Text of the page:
The Domestic Goddess Has A Complicated History With Eating And Drinking
It’s hard to imagine, but Nigella Lawson hasn’t always had an easy relationship with food. “My whole childhood was spent with people trying to force me to eat when I didn’t want to,” she says. “I never ate. I just read and talked to myself – anything else I found inhibiting. My mother thought I was autistic.”
She pauses and shakes her head. “I come from a food-obsessed background.”
The cook and author has, of course, made a global career from her enjoyment of cooking and eating, shared in a series of books and TV shows, as well as the occasional live talk.
The latest of these, An Evening with Nigella Lawson, will take place in Auckland, Wellington and Christchurch in January – and Nigella (58) already has an idea of the questions she’ll be asked.
Naturally, many will centre on food. Her uneasy relationship with eating – perhaps a reaction to her mother’s determination to stay ultra-slim – is firmly behind her and she has no truck with dietary fads.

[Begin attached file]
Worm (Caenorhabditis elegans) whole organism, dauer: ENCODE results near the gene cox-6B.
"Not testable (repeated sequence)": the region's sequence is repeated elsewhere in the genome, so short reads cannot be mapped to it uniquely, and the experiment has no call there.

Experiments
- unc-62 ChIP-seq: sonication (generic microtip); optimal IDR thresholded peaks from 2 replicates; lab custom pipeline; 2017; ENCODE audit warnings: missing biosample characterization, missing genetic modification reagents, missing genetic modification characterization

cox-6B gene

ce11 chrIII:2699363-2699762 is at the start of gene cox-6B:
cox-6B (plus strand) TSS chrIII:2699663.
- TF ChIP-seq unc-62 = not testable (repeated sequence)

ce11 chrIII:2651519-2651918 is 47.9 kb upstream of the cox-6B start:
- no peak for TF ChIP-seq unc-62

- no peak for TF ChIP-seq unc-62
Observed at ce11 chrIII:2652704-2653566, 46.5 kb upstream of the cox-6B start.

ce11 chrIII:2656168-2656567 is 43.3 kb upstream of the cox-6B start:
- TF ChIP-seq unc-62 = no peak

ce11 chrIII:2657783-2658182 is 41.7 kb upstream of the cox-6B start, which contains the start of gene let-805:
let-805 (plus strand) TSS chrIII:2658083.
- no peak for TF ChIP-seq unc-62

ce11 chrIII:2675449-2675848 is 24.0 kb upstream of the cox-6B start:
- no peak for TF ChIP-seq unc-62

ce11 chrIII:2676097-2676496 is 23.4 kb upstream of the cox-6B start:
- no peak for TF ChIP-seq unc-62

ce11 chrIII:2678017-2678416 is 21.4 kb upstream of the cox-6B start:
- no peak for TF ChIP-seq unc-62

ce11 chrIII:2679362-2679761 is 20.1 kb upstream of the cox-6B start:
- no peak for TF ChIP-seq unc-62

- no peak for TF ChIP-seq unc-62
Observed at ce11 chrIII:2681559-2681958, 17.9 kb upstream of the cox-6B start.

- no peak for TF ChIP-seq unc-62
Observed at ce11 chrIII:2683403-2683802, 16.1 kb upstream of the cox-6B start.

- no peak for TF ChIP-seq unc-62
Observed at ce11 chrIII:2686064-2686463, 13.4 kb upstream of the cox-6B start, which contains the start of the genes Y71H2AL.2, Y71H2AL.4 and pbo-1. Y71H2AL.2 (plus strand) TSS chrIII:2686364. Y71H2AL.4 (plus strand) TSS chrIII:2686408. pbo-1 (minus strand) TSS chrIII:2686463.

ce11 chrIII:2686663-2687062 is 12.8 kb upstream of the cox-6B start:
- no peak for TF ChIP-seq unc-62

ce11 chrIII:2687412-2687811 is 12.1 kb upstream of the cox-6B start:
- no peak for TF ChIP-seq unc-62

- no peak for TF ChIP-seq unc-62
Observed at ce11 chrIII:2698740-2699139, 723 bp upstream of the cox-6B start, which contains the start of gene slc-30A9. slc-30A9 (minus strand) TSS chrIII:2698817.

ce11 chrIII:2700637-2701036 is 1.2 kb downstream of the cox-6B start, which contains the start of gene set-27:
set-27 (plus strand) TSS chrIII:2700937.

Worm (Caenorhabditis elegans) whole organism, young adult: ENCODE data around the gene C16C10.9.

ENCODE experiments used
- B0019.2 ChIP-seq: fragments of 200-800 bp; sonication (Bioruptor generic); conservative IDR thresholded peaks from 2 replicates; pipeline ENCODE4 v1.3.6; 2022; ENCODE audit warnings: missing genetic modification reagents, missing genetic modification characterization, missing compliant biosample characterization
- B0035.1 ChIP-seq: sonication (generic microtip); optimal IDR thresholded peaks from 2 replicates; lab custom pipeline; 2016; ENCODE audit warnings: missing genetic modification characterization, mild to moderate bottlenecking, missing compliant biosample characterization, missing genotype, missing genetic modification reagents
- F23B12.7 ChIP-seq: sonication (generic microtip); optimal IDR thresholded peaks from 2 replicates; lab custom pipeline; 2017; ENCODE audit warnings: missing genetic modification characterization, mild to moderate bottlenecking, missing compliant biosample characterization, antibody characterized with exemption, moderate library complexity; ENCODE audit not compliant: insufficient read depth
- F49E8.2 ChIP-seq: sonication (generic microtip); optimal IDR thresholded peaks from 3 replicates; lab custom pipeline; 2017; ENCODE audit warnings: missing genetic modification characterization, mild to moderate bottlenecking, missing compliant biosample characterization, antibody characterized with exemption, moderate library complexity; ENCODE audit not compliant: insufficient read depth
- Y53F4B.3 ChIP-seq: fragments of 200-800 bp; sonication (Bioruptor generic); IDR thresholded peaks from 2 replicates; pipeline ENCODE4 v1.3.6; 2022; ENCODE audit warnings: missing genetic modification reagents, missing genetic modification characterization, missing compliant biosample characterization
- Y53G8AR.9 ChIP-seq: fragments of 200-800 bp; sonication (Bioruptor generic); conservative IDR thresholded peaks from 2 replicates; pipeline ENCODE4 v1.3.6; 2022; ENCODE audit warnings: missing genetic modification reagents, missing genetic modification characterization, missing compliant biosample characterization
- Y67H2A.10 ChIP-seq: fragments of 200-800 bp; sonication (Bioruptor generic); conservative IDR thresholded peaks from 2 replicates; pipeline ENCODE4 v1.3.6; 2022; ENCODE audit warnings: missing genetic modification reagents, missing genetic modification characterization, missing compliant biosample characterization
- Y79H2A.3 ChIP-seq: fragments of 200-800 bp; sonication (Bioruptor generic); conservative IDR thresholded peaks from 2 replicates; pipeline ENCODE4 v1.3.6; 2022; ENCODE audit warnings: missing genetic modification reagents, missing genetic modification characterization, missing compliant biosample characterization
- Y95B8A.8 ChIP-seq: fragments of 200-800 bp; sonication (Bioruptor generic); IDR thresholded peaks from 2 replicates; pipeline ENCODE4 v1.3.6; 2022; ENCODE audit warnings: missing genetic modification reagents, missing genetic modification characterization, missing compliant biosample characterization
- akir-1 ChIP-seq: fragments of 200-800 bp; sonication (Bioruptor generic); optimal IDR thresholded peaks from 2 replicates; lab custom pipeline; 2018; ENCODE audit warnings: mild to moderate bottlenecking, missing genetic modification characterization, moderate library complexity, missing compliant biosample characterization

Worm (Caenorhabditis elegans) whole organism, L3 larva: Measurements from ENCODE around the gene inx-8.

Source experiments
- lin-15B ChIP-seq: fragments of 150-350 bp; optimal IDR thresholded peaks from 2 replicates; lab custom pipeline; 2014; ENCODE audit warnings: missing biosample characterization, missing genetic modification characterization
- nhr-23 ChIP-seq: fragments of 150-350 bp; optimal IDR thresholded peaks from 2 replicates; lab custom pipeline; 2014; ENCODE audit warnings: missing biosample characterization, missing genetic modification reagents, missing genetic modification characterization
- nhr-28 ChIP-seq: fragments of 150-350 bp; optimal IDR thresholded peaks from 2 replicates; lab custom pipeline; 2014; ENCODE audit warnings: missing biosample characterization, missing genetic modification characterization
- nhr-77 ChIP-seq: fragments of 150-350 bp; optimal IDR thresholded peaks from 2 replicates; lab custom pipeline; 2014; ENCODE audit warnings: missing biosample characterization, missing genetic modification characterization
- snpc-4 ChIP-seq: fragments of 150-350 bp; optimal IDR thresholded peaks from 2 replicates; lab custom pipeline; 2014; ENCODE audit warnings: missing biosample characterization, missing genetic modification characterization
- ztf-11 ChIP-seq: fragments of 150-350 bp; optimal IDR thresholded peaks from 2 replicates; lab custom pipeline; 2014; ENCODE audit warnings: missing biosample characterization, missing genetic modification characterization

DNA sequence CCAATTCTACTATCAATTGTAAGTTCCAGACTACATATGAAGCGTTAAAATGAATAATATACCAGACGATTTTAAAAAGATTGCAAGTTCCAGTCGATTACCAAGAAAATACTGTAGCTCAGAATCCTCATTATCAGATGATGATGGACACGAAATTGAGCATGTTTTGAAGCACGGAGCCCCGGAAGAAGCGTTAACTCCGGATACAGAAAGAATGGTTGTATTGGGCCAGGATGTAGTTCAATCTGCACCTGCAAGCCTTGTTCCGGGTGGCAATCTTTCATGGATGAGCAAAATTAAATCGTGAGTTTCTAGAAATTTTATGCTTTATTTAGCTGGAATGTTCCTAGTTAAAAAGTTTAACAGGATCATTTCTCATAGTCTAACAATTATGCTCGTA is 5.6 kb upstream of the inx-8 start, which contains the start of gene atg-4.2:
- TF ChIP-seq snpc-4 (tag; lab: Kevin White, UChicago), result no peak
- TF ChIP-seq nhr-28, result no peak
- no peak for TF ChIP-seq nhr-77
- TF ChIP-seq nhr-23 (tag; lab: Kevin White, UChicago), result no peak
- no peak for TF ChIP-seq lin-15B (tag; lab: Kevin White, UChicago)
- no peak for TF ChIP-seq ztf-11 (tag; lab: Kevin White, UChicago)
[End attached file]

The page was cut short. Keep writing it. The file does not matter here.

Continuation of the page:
“You should not have any guilt about pleasure. You should only ever feel guilt if you don’t take pleasure,” she says firmly.
“I’m a great believer in fat. My view is, it’s a moisturiser from the inside. I don’t like this habit of demonising some foodstuffs and venerating others, but I do think on the whole your skin and your body and your mind are happier with real food and not processed bits of cardboard.
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November 26 2018